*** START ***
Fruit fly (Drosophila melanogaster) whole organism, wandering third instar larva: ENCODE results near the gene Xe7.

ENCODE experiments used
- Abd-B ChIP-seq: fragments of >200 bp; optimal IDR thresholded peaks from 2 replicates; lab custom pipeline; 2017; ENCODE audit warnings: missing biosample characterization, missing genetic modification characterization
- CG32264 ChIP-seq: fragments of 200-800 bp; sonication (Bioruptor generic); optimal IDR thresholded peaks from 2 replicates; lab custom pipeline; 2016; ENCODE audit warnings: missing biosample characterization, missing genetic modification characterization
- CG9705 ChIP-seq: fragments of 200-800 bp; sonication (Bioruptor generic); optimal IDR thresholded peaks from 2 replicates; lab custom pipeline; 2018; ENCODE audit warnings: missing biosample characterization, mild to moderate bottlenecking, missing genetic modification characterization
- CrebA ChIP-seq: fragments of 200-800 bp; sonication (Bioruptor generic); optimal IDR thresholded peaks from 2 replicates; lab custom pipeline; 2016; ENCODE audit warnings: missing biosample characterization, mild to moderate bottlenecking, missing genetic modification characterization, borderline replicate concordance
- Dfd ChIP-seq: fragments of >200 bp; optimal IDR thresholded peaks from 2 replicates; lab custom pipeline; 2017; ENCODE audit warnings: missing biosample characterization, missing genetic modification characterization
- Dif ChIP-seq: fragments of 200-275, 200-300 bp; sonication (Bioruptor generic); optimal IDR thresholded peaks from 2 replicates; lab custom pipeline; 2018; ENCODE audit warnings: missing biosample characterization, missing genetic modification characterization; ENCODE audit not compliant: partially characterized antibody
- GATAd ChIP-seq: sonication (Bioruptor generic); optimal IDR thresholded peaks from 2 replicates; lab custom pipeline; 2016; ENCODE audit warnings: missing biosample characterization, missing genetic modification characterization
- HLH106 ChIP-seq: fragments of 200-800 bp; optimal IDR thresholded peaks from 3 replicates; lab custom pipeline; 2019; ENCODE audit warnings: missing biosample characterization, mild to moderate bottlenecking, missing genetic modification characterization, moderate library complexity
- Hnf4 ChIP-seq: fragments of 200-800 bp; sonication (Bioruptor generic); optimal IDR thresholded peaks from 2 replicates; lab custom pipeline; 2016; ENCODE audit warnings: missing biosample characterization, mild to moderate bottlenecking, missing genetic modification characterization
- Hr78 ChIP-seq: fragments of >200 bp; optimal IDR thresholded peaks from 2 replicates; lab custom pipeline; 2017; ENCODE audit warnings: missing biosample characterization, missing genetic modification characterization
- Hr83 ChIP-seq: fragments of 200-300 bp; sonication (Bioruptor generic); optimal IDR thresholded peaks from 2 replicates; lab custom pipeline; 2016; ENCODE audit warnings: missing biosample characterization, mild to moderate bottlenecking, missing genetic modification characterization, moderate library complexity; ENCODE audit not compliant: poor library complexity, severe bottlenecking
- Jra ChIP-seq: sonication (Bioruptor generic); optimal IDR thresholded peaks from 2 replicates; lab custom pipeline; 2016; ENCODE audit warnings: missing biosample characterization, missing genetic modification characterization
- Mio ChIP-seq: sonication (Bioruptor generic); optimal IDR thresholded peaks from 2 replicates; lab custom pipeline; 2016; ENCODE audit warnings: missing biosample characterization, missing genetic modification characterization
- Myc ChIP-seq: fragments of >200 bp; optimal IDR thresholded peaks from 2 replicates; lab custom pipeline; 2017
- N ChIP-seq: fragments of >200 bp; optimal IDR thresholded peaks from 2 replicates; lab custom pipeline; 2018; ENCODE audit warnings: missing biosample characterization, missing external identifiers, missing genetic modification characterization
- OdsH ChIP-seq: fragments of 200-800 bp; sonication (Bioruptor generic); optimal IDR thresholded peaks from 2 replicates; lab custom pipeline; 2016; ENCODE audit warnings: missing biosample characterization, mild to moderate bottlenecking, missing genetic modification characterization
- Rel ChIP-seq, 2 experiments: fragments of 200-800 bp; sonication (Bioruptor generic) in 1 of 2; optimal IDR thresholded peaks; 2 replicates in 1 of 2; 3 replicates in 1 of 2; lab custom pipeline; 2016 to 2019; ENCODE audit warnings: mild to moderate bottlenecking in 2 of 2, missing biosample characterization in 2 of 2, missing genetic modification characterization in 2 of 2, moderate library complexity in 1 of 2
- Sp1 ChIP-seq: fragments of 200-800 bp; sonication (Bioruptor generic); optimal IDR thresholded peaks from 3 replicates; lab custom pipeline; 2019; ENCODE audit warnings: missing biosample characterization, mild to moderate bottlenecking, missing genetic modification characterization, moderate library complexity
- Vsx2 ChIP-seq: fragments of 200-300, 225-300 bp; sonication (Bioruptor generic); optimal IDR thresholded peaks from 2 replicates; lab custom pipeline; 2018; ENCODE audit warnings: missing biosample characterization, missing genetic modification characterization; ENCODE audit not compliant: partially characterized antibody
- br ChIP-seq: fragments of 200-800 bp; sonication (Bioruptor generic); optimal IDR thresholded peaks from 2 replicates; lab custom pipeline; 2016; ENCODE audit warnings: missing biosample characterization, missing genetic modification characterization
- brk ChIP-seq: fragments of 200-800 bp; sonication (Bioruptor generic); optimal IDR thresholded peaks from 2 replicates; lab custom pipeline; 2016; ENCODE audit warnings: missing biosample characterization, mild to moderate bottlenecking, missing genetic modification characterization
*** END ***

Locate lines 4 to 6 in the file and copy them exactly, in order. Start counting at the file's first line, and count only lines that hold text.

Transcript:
- CG32264 ChIP-seq: fragments of 200-800 bp; sonication (Bioruptor generic); optimal IDR thresholded peaks from 2 replicates; lab custom pipeline; 2016; ENCODE audit warnings: missing biosample characterization, missing genetic modification characterization
- CG9705 ChIP-seq: fragments of 200-800 bp; sonication (Bioruptor generic); optimal IDR thresholded peaks from 2 replicates; lab custom pipeline; 2018; ENCODE audit warnings: missing biosample characterization, mild to moderate bottlenecking, missing genetic modification characterization
- CrebA ChIP-seq: fragments of 200-800 bp; sonication (Bioruptor generic); optimal IDR thresholded peaks from 2 replicates; lab custom pipeline; 2016; ENCODE audit warnings: missing biosample characterization, mild to moderate bottlenecking, missing genetic modification characterization, borderline replicate concordance